The Moment of Truth


On the first day of my internship, the other intern and myself were given a list of daily responsibilities we would be in charge of throughout the semester. Most of them were just your regular office activities, but “Group Sales Prospecting” was listed and later on that day we had a presentation about what that meant. The Group Sales Manager gave us a semester-long project researching other arenas and sports teams to see what their group sales department was doing. Then sometime halfway through the semester we would present these findings to him. Since this was the first time they assigned something like this for their interns, there was really no pressure on me or the other intern.

I spent the next week on the websites of west coast arenas, the MLB and the NBA trying to find unique, new and exciting ideas that we could implement at the Wells Fargo Center. It was really exciting to me to have an internship where I wasn’t just doing busy work, but where I was always doing something meaningful to the company. However, as presentation day quickly approached, I became more and more nervous. Public speaking is not something I am afraid of anymore, but the idea of presenting my ideas and findings to someone who could actually hire me was extremely intimidating. To make matters even worse, one of the sales reps told me a couple of days before the presentation that he couldn’t wait to see what we came up with. Confused, I asked if he was attending and he said yes along with the rest of the group sales department. I became ten times more nervous than I already was but reminded myself that I had no reason to be. I was confident in my research and I practiced the presentation over and over again. When the day finally arrived, I learned that the group sales manager could no longer attend due to a change in his schedule and I was a little relieved but also a little upset. This was my chance to “wow” him and he was not even going to be there anymore, but I was assured that he would still receive the information.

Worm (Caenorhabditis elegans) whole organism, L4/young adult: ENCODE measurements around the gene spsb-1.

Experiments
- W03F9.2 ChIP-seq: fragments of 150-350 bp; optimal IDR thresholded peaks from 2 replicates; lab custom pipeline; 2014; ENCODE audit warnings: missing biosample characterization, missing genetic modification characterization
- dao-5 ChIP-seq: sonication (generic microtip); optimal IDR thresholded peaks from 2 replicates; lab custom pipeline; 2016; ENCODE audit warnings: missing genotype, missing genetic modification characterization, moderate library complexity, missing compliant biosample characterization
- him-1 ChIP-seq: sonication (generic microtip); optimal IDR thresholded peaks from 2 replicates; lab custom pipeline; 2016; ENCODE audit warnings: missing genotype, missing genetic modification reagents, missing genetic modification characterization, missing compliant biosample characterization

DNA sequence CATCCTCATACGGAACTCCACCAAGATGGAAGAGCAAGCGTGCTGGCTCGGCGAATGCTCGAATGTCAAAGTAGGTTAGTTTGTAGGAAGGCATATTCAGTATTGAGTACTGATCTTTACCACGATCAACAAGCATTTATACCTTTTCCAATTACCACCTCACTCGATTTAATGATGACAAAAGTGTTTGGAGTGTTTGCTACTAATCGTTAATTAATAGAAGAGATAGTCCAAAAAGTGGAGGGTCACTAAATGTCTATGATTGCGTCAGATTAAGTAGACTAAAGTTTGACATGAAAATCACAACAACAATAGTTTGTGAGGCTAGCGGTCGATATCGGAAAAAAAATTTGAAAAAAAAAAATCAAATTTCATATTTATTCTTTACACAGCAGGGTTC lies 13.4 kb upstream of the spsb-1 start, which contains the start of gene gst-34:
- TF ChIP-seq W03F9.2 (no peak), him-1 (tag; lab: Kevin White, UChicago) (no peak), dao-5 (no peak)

As I began my presentation, I could tell the sales reps were genuinely interested in what I was saying and I became more relaxed. They would even stop me to tell me that they liked a specific finding and tell me to research it more so we can try something similar at the Wells Fargo Center. After the presentation was over, I felt extremely accomplished. I never presented anything that was not graded before and I was proud of myself for impressing the people I was working for. I was very grateful for this opportunity because of the practice it gave me for future assignments like this.

One comment

  1. That’s awesome to hear that yo gained something useful from your internship! Do you have any advice for ways to getting over the fear of public speaking?

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